Dealing with chronic muscle pain and injury

Dealing with muscle pain is often part of an athlete’s life. A grueling training regimen, repetitive movements and stress tend to deteriorate the body’s ability to rejuvenate itself. This can be very debilitating and severe muscle strains will simply make the athlete unable to train or perform at all.

While there might not be any quick fixes to chronic muscle pain, there are a few solutions that have been tried and tested over the years, with varying amounts of success depending on the severity of the injury.

Different types of muscle pain and injuries

The origin of the muscle pain needs to be identified first and foremost before considering any types of medical treatments. Muscle sprains and strains require immediate RICE treatment (Rest, Ice, Compression, Elevation), but in some cases when this isn’t enough,  the pain can develop into a chronic soft tissue injury. This is when alternative treatments methods have to be looked into to reduce pain and inflammation.

  1. Painkillers

Depending on how long the injury has been sustained, painkillers and pain shots can be the only short term solution. From NSAIDS (non-steroid pain medication) such as Ibuprofen to steroids shots injected directly into the inflamed area, these should only work on a short-term basis and never as “pain prevention”.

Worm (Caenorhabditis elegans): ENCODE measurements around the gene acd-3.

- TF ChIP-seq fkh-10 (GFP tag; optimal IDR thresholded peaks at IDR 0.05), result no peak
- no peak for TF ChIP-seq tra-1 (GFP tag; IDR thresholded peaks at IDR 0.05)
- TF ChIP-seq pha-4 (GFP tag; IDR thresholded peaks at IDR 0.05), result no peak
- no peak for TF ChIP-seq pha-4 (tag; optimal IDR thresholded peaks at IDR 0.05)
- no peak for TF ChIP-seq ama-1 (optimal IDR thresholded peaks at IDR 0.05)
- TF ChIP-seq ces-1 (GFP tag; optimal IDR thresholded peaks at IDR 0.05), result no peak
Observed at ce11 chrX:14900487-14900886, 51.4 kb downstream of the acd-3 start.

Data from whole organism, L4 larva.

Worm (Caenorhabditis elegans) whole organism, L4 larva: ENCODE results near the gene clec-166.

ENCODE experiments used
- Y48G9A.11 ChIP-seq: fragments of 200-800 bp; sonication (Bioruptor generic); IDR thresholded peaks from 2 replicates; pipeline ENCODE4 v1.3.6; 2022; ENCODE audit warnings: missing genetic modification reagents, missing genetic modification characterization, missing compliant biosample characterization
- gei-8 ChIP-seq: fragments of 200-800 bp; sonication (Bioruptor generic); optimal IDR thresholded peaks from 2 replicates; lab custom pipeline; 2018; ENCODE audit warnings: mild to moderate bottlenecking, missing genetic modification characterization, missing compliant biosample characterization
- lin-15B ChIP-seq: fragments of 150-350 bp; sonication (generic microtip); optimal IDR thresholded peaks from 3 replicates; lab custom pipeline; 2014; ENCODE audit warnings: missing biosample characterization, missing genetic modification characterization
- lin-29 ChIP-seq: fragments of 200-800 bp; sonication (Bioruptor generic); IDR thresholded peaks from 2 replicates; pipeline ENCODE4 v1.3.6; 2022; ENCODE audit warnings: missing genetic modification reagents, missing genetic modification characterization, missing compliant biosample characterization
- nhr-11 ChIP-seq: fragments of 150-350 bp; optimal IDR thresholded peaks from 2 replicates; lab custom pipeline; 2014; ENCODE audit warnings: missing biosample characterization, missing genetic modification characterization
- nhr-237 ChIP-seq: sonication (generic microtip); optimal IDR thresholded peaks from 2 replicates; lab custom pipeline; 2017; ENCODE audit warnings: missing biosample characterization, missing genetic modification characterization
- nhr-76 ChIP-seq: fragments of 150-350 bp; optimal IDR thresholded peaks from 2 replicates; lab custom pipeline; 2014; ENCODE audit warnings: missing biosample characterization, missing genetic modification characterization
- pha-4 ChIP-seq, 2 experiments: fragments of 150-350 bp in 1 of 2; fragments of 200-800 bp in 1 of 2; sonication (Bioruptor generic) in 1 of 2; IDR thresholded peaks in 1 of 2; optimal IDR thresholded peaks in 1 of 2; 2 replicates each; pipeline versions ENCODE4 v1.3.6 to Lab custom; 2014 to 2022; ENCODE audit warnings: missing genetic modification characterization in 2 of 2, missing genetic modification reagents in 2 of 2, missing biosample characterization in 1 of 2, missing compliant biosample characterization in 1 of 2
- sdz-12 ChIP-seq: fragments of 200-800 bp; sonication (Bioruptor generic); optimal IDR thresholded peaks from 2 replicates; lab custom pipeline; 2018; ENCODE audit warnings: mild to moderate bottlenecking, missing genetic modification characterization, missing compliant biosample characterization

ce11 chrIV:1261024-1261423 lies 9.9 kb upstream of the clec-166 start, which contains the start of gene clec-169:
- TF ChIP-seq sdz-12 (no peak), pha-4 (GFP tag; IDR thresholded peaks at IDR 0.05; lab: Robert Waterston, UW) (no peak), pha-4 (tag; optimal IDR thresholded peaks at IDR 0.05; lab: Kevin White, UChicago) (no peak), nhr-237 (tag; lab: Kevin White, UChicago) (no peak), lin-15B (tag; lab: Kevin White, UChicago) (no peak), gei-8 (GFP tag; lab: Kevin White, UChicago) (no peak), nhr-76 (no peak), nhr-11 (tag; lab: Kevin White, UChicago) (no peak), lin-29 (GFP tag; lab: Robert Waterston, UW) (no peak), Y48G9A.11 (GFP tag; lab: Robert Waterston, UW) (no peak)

Researchers have indeed found that NSAIDS actually slow down healing process for elite athletes.

  1. Botox

A new study published recently in the American Journal of Sports Medicine showed how Botox could actually effectively treat muscle and knee pain for elite athletes. This was combined with physiotherapy and it instantly revealed itself more efficient than conventional treatments such as steroids injections.

While it’s still early days for this revolutionary type of treatments, botox training courses could soon well become the norm for sports and medicine specialists.

  1. Preventing

Naturally, prevention is better than cure and there are many things that should be advised to professional and amateur athletes alike in order to avoid chronic muscle pain and injuries. Proper alimentation and stretching are key. A diet rich in proteins, vitamin C and A, and zinc, will help rejuvenate muscle tissues and prevent any damage and long term injury.

Making sure enough calories are consumed on a daily basis is also crucial to help maintain the body’s ability to repair itself. Perhaps also counterintuitively, the athlete also has to consume enough fat: an optimal level of fat has been proven to help reduce the inflammation process. Finally, it is recommended to eat within two hours after a workout, as it has been demonstrated that muscle tissue heals faster during this 2 hours-window frame.

Stretching exercises are equally recommended by sports specialists in order to help increase flexibility and avoid muscle sprains. Warm-up stretches in particular serve to increase body temperature and prep the body to perform each activity.

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